In the intricate landscape of medical device regulations, successfully bringing products to market requires a thorough understanding of the varying requirements in different regions.
This market access guide provides comprehensive insights into the European Union (EU), Switzerland, and the United Kingdom (UK) regulations, shedding light on crucial aspects such as Authorized Representatives, Importers, and other economic operators.
Crafting your Marketing Strategy
A well-defined marketing strategy is the foundation for entering any market. It is essential to carefully consider the products you wish to sell and the targeted regions. While the instinct might be to reach every corner, strategic planning helps avoid unnecessary costs.
Post-Brexit, the complexity has increased, necessitating separate Authorized Representatives and Importers for each region.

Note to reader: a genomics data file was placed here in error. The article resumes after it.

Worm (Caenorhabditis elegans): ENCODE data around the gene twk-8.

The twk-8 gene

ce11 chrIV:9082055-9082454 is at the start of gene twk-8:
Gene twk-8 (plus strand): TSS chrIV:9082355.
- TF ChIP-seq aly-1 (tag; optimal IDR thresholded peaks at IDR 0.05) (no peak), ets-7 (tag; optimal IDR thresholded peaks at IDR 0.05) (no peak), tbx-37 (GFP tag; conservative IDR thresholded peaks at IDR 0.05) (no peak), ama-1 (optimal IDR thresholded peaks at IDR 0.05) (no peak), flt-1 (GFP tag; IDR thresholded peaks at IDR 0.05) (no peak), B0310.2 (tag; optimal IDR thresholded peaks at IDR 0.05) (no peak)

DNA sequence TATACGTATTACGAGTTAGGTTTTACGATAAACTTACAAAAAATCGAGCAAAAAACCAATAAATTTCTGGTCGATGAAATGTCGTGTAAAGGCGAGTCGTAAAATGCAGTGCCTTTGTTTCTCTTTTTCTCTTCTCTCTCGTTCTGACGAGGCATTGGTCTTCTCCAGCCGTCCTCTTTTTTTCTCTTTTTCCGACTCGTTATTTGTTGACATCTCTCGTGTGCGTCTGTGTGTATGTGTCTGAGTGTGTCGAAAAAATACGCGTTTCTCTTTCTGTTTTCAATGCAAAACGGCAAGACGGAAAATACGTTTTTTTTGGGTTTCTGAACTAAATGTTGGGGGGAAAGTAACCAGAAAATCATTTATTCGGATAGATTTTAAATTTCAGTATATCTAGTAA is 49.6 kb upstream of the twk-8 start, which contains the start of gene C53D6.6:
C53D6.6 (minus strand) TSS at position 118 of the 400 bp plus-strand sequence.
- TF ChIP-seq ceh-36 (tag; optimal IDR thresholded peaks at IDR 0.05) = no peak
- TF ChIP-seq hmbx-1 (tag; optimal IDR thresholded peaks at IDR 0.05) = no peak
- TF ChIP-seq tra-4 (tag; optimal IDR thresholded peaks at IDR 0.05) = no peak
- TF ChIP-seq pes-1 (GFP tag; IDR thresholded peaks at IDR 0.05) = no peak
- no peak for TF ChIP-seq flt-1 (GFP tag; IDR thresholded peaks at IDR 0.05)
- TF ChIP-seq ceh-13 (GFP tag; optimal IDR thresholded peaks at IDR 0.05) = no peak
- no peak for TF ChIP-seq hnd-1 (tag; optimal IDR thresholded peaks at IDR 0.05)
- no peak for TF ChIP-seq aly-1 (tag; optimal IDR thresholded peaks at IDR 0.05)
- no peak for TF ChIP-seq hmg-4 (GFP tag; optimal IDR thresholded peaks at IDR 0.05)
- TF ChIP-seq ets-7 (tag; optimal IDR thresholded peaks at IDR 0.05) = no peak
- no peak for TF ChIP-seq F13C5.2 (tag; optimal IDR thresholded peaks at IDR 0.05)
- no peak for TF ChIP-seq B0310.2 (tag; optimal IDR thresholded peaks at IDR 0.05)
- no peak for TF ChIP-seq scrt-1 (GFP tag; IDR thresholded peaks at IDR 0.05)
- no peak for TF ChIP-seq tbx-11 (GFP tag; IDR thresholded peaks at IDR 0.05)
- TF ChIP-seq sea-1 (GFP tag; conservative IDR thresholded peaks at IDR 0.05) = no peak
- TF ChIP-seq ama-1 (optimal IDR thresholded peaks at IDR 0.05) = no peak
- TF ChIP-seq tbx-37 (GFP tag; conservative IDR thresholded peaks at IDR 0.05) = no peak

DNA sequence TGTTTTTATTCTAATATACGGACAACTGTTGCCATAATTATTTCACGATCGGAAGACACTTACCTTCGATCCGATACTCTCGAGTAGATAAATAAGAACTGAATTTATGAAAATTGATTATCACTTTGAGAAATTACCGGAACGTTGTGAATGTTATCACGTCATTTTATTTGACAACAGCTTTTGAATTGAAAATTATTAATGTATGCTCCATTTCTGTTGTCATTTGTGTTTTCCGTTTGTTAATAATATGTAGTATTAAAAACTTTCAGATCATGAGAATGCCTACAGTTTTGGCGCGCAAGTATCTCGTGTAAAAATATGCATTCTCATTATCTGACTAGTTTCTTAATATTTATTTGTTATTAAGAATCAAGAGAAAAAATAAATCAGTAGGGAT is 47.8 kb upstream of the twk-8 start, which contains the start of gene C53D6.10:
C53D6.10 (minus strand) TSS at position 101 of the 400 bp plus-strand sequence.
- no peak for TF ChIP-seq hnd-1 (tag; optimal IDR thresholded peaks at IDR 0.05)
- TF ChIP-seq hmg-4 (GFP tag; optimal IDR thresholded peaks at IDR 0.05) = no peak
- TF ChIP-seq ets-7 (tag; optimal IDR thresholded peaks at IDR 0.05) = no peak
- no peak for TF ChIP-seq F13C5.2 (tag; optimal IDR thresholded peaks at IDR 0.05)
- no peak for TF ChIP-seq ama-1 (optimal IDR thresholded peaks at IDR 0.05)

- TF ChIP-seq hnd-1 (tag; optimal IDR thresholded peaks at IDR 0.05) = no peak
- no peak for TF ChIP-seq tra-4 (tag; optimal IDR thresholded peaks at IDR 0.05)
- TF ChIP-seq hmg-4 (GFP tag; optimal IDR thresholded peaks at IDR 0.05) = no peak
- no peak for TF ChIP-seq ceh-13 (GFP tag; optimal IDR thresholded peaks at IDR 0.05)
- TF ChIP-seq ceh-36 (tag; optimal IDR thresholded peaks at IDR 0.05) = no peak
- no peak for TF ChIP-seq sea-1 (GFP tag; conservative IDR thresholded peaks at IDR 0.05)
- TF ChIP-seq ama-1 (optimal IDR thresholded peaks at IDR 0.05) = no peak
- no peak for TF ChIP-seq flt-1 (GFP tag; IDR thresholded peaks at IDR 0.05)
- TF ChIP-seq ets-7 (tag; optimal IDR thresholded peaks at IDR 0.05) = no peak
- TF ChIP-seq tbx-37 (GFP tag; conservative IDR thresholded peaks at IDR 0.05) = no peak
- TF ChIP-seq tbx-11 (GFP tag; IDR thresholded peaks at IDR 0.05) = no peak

Understanding Economic Operators
In the EU, a manufacturer outside the region must appoint an Authorized Representative.
The Authorized Representative, prominently identified on product labels, shoulders responsibilities such as verifying EU conformity, registration obligations, and cooperation with competent authorities.
EU MDR Article 11: Key Responsibilities of Authorized Representatives
Verify the EU declaration of conformity and technical documentation.
Keep copies of technical documentation and the EU declaration of conformity.
Comply with registration obligations.
Provide information to demonstrate device conformity.
Forward requests from competent authorities to the manufacturer.
Cooperate on preventive or corrective actions.
Immediately inform the manufacturer about complaints and suspected incidents.
Terminate the mandate if the manufacturer acts contrary to obligations.